Robert H. Notter, M.D. (1980, with distinction in research, University of Rochester)
Ph.D. (1969, Chemical Engineering, University of Washington)
M.S. (1965, Chemical Engineering, Stanford University)
B.S. (1964, Chemical Engineering, Stanford University)
Professor of Pediatrics and Environmental Medicine, University of Rochester (1989-present)
Professor of Chemical Engineering, University of Rochester (1983-2003)
Professor of Biomedical Engineering, University of Rochester (2001-2004)
Director of Research, Division of Neonatology, University of Rochester (1990-2000) Director of University-wide Program in Biomedical Engineering, University of Rochester (1984-1995)
*Health Leadership Award in Research, March of Dimes (2005)
*Two time principal investigator and program director for National Institutes of Health (NIH) Special Center of Research (SCOR) in Lung Biology and Disease in Infants and Children at Rochester (1989-1997)
*Research Career Development Award, National Heart, Lung, Blood Institute (NHLBI) of NIH (1981-1986)
*Principal investigator of multiple individual NIH RO1 research grants on lung surfactant activity, inhibition and replacement (1980-present)
*NIH young investigator award, NHLBI (1975-1976)
*NIH Postdoctoral Fellowship award in Bioengineering (1969-1971)
*American Society for Testing Materials (ASTM) research award, Stanford University (1964)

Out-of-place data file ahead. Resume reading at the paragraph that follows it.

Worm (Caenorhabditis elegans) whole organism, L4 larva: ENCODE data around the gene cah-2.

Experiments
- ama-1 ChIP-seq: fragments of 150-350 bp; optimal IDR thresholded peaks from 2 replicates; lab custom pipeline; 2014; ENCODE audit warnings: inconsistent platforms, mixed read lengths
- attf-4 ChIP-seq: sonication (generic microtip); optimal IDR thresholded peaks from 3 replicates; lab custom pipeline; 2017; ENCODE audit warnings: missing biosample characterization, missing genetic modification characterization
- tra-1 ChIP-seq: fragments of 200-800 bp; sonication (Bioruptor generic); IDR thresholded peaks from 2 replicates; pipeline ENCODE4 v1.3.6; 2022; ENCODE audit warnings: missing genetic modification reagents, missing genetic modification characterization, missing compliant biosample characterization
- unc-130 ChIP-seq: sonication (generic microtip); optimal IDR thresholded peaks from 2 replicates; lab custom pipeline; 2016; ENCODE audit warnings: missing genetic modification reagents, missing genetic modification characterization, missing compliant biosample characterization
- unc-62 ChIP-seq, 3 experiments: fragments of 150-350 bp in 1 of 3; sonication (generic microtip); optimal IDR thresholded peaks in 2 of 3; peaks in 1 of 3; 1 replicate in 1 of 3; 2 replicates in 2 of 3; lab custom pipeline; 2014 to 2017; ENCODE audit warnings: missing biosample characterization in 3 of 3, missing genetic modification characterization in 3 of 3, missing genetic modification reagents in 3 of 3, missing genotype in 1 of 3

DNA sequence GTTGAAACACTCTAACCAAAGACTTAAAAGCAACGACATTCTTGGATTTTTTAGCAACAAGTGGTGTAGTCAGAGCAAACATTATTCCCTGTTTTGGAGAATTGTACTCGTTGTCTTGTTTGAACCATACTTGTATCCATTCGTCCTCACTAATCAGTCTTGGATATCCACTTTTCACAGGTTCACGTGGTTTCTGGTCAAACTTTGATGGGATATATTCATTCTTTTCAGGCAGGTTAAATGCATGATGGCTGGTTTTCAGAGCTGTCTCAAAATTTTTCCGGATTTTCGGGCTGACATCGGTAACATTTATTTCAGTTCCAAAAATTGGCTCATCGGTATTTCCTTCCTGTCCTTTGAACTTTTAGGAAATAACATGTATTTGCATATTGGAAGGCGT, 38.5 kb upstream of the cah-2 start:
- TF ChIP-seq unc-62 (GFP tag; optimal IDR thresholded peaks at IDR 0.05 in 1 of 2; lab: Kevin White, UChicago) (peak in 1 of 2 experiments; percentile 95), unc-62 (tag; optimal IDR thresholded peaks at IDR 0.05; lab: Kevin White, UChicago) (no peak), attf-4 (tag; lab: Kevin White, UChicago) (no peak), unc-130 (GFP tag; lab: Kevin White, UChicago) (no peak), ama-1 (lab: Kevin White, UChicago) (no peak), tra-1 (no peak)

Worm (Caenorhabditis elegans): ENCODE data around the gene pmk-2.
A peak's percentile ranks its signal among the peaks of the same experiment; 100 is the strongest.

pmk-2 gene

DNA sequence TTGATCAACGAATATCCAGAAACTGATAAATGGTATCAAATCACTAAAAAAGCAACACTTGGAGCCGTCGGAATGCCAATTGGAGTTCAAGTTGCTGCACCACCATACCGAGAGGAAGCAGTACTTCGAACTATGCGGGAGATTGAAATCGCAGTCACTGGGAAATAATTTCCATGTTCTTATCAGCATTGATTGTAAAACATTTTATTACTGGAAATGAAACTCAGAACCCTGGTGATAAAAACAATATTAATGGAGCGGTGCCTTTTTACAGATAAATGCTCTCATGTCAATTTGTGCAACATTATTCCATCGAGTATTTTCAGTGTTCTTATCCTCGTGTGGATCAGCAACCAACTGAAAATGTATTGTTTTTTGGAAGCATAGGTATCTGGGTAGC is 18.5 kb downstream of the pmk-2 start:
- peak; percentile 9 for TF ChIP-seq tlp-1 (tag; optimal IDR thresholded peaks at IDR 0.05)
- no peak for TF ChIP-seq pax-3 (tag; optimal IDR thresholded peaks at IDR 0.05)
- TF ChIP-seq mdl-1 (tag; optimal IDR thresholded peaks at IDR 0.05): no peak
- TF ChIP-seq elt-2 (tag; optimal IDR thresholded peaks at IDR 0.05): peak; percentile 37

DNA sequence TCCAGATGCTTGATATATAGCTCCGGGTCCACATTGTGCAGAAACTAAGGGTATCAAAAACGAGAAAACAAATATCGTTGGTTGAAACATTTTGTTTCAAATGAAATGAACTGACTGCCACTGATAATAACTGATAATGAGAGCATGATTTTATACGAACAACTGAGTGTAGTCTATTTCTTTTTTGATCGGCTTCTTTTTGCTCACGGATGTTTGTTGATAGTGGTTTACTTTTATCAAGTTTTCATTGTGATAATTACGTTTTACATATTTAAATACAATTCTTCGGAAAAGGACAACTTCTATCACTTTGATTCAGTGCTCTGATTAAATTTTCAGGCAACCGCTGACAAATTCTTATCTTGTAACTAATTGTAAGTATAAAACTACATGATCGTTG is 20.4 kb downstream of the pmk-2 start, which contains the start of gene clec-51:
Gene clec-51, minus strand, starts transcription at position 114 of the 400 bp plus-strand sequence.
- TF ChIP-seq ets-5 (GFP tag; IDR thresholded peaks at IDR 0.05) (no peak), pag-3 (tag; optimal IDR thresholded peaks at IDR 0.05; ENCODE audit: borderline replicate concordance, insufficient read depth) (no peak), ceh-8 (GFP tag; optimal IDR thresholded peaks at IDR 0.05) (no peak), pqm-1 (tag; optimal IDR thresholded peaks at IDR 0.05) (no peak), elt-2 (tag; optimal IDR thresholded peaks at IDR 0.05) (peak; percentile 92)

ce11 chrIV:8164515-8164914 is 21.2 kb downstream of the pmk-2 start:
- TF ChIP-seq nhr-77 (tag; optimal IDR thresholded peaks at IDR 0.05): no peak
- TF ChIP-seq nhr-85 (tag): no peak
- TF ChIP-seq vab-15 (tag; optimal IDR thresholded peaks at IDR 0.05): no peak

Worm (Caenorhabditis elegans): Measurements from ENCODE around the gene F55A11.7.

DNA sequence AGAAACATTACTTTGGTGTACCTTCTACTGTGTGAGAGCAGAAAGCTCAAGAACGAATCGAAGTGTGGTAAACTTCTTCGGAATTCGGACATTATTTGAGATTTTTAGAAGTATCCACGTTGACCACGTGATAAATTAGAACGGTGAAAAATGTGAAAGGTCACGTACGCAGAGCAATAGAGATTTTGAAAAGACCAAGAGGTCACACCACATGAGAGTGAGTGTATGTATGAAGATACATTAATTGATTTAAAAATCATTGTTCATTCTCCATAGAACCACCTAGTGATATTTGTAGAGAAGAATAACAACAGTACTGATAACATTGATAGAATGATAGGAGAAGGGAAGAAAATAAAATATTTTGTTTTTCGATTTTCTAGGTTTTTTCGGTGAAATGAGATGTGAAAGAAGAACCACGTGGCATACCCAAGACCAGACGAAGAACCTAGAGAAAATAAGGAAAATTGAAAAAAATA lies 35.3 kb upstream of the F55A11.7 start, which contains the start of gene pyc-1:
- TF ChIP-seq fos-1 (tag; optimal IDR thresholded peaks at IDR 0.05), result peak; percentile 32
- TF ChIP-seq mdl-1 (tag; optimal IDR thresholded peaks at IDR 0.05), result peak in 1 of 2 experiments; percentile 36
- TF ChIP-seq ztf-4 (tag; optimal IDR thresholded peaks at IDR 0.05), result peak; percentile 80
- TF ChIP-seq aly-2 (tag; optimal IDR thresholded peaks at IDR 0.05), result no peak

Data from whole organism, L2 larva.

*NSF undergraduate research award, Stanford University (1962)
Teaching awards: Outstanding Teacher in the College of Engineering, Penn State University (1976)
*Associate Editor, American Journal of Physiology: Lung Cellular and Molecular Biology (1997)
*Member of NIH Working Group on Lung Development (1992)
*Elected to Perinatal Research Society, Society for Pediatric Research, Sigma Xi, Tau Beta Pi
*Author of over 250 scientific papers and abstracts, plus the book Lung Surfactants: Basic Science and Clinical Applications (Marcel Dekker, 2000)
*Senior editor of Lung Injury: Mechanisms, Pathophysiology, and Therapy (Taylor Francis, 2005)
*Co-editor of Surfactant Replacement Therapy (Wiley Interscience, 1989)
Pulmonary surfactant; bioengineering; lung injury
Molecular Biophysics of Phospholipids and Proteins
Research in the Notter laboratory focuses on lung surfactant, a complex mixture of lipids and proteins that is essential for normal respiratory function. Lung surfactant deficiency in premature infants leads to the neonatal respiratory distress syndrome (NRDS), and surfactant dysfunction (inhibition, inactivation) is important in the pathology of clinical acute lung injury (ALI) and the acute respiratory distress syndrome (ARDS) that occur in patients of all ages. The prevalent and lethal syndromes of ALI/ARDS can result from direct pulmonary insults like viral or bacterial pneumonia, gastric or meconium aspiration, lung contusion, hyperoxia, lung transplant, or radiation pneumonitis or from indirect extra-pulmonary causes like sepsis, shock, burn injury, long bone fracture, pancreatitis, or bone marrow transplant. A major focus of our on-going NIH-funded multi-university collaborative research is on developing new highly-active synthetic exogenous surfactants for treating NRDS and direct pulmonary forms of ALI/ARDS.